The 40-year-old star of Boys Don’t Cry and Million Dollar Baby told Huffpost Live she was happy to take time out to spend time with Stephen Swank, a former chief master sergeant in the Oregon Air National Guard who recently underwent a lung transplant.

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- Ben Child

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Jurassic World's prehistoric beasties defeat newcomers at Us box office

15 hours ago

Blockbuster dinosaur disaster epic Jurassic World remains No 1 – with Pixar’s Inside Out less than $1m behind – as new releases Terminator Genisys and Magic Mike Xxl struggle to make an impact

Sci-fi blockbuster Jurassic World continued to reign at the Us box office over the key Fourth of July weekend, scoring $30.9m to hold off challenges from Pixar’s Inside Out and newcomers Terminator: Genisys and Magic Mike Xxl.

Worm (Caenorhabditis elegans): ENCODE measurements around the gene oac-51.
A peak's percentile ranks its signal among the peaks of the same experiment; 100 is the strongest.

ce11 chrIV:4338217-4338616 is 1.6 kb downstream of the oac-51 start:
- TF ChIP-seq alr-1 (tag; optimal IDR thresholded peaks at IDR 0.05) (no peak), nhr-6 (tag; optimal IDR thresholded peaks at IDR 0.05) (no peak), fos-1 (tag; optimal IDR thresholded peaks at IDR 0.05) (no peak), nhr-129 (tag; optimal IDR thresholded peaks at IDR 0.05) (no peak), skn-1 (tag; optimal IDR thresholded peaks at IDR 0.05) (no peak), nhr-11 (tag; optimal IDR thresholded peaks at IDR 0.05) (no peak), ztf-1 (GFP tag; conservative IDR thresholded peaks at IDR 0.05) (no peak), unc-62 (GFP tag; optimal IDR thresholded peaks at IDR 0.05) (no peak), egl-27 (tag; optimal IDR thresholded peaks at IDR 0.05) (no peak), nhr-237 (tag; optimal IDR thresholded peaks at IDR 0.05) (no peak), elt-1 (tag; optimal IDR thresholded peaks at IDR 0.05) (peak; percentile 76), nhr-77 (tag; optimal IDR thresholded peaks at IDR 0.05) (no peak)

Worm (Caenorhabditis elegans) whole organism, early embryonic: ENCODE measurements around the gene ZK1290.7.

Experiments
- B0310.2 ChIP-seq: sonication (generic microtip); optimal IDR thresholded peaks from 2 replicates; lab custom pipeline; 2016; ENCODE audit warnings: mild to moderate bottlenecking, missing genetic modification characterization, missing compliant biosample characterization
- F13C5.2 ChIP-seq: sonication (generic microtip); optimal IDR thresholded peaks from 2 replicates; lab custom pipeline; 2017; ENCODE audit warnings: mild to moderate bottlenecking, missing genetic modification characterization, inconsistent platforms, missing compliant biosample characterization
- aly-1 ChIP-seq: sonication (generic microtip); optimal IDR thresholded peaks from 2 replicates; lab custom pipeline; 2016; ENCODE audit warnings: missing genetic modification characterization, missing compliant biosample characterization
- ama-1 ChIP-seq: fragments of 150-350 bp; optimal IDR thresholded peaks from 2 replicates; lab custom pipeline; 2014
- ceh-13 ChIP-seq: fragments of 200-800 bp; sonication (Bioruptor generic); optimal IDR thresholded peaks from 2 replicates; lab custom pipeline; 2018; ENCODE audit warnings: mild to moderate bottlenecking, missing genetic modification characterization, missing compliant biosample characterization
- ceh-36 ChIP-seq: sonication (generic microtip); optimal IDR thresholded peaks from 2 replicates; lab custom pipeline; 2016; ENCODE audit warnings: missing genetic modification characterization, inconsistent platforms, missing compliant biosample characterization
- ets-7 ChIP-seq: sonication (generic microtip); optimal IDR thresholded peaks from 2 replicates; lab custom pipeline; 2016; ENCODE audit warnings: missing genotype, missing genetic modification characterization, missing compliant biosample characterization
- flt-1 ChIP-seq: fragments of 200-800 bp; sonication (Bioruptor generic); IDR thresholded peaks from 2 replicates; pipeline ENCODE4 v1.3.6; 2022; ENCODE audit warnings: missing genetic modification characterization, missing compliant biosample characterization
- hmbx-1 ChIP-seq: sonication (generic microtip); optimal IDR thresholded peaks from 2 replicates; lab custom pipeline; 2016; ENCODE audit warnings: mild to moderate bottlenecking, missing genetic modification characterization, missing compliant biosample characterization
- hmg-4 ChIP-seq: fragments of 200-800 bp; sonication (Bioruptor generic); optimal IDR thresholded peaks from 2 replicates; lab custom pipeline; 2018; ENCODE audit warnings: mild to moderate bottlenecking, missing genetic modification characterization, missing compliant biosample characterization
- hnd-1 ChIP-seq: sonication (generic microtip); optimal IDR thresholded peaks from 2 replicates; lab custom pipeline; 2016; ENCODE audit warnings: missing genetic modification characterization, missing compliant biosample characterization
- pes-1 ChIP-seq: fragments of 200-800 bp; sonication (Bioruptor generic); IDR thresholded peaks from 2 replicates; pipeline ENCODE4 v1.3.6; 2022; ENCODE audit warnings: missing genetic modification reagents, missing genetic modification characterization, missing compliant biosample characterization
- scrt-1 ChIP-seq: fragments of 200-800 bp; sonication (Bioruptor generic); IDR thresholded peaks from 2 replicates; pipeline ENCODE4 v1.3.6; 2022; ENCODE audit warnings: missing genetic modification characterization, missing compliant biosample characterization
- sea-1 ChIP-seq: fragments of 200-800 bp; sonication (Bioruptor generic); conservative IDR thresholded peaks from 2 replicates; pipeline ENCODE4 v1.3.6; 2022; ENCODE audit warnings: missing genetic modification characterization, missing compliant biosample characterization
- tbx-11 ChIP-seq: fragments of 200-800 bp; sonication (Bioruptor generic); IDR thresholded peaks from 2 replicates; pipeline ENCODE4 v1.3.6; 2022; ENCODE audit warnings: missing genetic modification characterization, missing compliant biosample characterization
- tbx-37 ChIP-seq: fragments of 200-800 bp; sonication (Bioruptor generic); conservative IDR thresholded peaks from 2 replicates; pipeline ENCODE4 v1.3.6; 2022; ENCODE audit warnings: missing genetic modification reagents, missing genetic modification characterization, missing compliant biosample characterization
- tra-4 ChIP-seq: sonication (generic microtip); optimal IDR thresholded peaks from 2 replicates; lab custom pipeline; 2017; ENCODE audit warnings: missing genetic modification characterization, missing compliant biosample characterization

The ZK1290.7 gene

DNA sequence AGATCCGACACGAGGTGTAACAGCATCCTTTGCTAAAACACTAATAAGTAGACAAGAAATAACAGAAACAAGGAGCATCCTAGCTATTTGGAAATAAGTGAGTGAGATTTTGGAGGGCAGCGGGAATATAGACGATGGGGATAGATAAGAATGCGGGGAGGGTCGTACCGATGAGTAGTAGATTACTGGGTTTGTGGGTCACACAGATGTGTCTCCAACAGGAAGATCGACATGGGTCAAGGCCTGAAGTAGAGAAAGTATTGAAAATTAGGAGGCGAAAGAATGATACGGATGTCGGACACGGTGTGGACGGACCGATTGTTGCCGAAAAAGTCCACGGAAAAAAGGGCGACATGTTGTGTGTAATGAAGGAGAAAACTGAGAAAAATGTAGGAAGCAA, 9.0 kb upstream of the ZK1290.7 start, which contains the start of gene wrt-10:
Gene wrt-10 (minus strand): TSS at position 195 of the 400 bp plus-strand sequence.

Colin Trevorrow’s film also overtook Avengers: Age of Ultron to hit the top five highest-grossing films of all time, with $1.385bn (£890m). In its fourth week of release, it boasts $558.1m in North America alone, the fourth best figure ever.

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- Ben Child

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What were the best – and worst – years for film?

16 hours ago

In a recent interview, Dustin Hoffman said we are at an all-time cinematic low. Is he correct?

While Hollywood is enjoying a record-breaking summer at the box office, not everyone is having a great time at the cinema. In a new interview, Dustin Hoffman (Ishtar, Little Fockers, Mr Magorium’s Wonder Emporium) has lamented the state of cinema, calling it the worst it’s “ever been”.

But what do you think? We want to know about your best and worst years at the cinema. Did you have a memorable 1999 watching Fight Club, Magnolia, The Sixth Sense, All About My Mother and Being John Malkovich? Or was 2003 a disaster for you enduring Daredevil, Boat Trip, The Cat in the Hat, Charlie’s Angels: Full Throttle and Dumb and Dumberer?